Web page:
World Association of News Publishers

WIN Somalia Participants Meet in Nairobi for Leadership and Career Skills

WIN Somalia Participants Meet in Nairobi for Leadership and Career Skills

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It’s been two years since the Women in News (WIN) programme took roots in Somalia. At the end of September, this year’s delegation of twenty participants headed to Nairobi, Kenya to continue their mentorship and training sessions, in an effort to boost confidence and learn practical techniques in the newsroom.

By Colette Davidson 

Leadership skills, how to face newsroom challenges and building confidence – these were just some of the things the group of twenty women journalists learned during the WIN Somalia event in Nairobi from 22 to 27 September. The nearly week-long programme, run in partnership between WAN-IFRA and IMS/Fojo, continued WIN’s mission of helping women journalists better themselves and their careers.

“The WIN programme has been great for me and also very important,” says Asia Abshir Adan, a participant in this year’s WIN Somalia programme. “It teaches women journalists who often feel like they are losing power in the workplace to believe in themselves.”

Participants began the Nairobi programme with individual coaching sessions, where the journalists discussed their goals in the workplace as well as the challenges they face. WIN Lead Trainer Paula Fray held a final training session to bring home the goals of the programme, while the WIN legacy class held a refresher course on strategic business development issues.

Adan says that the practical aspect of the programme has been particularly useful for her on the job.

“I learned about marketing, strategies for success, employment policies and human resource management, among other things,” says Adan. “Now, if something goes wrong at work, I can go to the administration and talk about it.”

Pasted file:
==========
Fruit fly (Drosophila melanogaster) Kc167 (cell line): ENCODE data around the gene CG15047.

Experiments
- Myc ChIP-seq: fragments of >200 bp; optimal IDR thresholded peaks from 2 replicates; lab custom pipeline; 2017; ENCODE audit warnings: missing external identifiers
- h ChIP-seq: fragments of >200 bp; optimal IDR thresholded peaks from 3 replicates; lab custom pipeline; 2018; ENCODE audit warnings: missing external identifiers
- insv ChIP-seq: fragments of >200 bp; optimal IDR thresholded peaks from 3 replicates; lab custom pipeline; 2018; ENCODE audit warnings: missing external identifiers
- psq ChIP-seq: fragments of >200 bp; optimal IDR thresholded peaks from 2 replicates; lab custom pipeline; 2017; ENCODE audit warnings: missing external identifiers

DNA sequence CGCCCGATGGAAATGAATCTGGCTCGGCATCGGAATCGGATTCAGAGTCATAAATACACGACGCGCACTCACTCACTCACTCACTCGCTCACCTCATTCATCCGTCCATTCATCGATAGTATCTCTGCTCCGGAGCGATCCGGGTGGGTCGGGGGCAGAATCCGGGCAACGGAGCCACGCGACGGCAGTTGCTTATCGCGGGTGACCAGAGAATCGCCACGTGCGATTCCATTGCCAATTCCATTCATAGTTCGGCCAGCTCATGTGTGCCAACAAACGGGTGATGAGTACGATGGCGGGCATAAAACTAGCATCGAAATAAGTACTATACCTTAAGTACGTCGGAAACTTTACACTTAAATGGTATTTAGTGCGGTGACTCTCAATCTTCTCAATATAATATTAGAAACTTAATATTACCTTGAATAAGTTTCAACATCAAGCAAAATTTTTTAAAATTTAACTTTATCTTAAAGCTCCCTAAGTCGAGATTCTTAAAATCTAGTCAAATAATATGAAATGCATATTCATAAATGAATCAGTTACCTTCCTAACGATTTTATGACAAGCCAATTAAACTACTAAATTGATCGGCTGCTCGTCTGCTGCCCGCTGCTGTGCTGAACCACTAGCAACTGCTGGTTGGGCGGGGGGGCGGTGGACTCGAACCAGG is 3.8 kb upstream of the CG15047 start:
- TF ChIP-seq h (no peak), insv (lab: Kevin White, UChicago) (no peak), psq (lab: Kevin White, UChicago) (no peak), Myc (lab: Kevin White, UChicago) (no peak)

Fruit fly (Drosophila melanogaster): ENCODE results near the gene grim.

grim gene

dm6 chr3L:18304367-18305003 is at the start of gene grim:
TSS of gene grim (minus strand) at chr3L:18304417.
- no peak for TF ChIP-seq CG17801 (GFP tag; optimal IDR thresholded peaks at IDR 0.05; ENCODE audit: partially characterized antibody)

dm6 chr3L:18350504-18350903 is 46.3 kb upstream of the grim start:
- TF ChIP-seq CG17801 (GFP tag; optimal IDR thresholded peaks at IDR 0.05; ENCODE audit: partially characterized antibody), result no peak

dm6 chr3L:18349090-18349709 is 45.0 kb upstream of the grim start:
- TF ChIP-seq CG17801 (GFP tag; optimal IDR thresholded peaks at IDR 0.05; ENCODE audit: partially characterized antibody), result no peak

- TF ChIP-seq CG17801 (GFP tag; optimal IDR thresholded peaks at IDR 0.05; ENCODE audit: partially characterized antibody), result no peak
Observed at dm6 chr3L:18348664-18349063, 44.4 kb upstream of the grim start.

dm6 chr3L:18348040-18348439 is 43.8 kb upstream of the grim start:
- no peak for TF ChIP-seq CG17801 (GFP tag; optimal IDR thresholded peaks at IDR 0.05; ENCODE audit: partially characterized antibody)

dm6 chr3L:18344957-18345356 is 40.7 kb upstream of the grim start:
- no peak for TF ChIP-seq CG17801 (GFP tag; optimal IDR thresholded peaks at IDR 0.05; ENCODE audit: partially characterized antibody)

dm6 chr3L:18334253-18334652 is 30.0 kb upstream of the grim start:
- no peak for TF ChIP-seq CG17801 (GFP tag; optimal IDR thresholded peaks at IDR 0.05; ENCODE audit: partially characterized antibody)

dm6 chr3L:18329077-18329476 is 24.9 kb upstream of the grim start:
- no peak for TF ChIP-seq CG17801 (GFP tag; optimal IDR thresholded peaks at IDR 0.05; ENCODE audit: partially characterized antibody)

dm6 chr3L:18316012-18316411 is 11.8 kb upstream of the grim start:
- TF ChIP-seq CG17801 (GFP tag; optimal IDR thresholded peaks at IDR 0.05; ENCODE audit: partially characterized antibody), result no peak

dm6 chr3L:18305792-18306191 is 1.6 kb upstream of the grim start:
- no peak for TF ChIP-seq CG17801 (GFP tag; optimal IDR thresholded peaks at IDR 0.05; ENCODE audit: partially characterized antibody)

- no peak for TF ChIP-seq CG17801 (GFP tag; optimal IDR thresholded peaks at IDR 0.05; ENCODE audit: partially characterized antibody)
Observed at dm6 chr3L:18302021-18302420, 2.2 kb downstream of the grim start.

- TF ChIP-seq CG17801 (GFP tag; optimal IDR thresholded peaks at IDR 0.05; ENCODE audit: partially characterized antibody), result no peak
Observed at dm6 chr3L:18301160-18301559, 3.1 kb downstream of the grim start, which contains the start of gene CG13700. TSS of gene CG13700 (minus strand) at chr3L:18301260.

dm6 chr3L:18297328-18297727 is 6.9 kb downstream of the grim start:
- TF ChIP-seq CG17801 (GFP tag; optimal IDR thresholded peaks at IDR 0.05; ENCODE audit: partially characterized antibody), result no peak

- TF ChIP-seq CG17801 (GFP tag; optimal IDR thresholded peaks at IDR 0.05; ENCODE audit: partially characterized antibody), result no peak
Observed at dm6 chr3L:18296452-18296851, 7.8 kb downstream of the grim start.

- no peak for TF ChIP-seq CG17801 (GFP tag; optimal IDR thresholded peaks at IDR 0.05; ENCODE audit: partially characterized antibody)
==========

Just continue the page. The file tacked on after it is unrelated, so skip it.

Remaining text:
Adan says that one of her favourite parts of the programme was meeting the WIN Kenya alumni, who she called “life leaders.” Alumni members Faith Oneya, Maryanne Gicobi, Valerie Koga, Mercy Njoroge and Felista Wangari participated in a panel discussion during a one-day summit on practical leadership techniques, challenges in the newsroom and to exchange ideas.

Koga, who expects to graduate from WIN this year, says her experience in the 2016/2017 class has made her want to be the best she can be in her career.

“WIN made me honest with myself, helped me recognise my strengths and weaknesses and work on them,” says Koga. “It also helped me to seriously think about my career and draw a career roadmap that has helped me achieve milestones to get to my career goals.”

Koga says that she hoped to have a great impact on this year’s class.

“I wanted to show them how WIN has changed me and how to use your WIN knowledge to improve yourself and also build your career,” she says. “I wanted to instill confidence in them and let them know they can overcome all the challenges they face.”

Fellow alumni Mercy Njoroge joined the WIN programme in January 2016, benefiting from the Media Management course and Digital Storytelling Training of Trainers. She says the WIN programme has allowed her to engage in more responsibilities on the job as well as carry out in-house training sessions with journalists. Recently, her boss began asking her to manage the sub-editor’s team in his absence. Then, something else happened.

“A colleague of mine noticed the drastic and positive transformation in my attitude towards work and people in the office and she asked me what my secret was,” says Njoroge. “I talked to her about the WIN programme and she applied for the 2017 cohort, got accepted and as she awaits graduation later this year, she keeps reminding me that she will forever be grateful to me for recommending the programme.”

A keynote speech by Dorothy Kweyu, the Consulting Editor at the Editorial Centre, rounded out the Nairobi meeting. As alumni looked back on their experience with WIN and current participants look ahead, all involved say the programme is truly “life-changing.”

Women in News (WIN) aims to increase women’s leadership and voices in the news. It does so by equipping women journalists and editors with the skills, strategies, and support networks to take on greater leadership positions within their media. In parallel, WIN partners with media organisations to identify industry-led solutions to close the gender gap in their newsrooms, boardrooms and in the content they produce.

WIN is currently working with more than 80 media from 12 countries throughout Sub-Saharan Africa and the Middle East including: Botswana, Kenya, Malawi, Rwanda, Somalia, Tanzania, Zambia, and Zimbabwe (WIN Africa) and  Egypt, Jordan, Lebanon and Palestine (WIN MENA).



Melanie Walker's picture

Melanie Walker


2017-10-30 17:29

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In its media development work, the WAN-IFRA strategy focuses on bringing a new way of thinking to the sector. WAN-IFRA has become a key player in the field of financial independence and management capacity building, conducting groundbreaking research and developing subsequent media development policies. Read more ...